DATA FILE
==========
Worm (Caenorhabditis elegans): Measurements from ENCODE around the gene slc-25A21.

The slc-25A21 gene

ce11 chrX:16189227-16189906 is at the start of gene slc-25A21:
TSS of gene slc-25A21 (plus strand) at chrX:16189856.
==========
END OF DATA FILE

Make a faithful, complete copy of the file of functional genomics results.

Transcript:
Worm (Caenorhabditis elegans): Measurements from ENCODE around the gene slc-25A21.

The slc-25A21 gene

ce11 chrX:16189227-16189906 is at the start of gene slc-25A21:
TSS of gene slc-25A21 (plus strand) at chrX:16189856.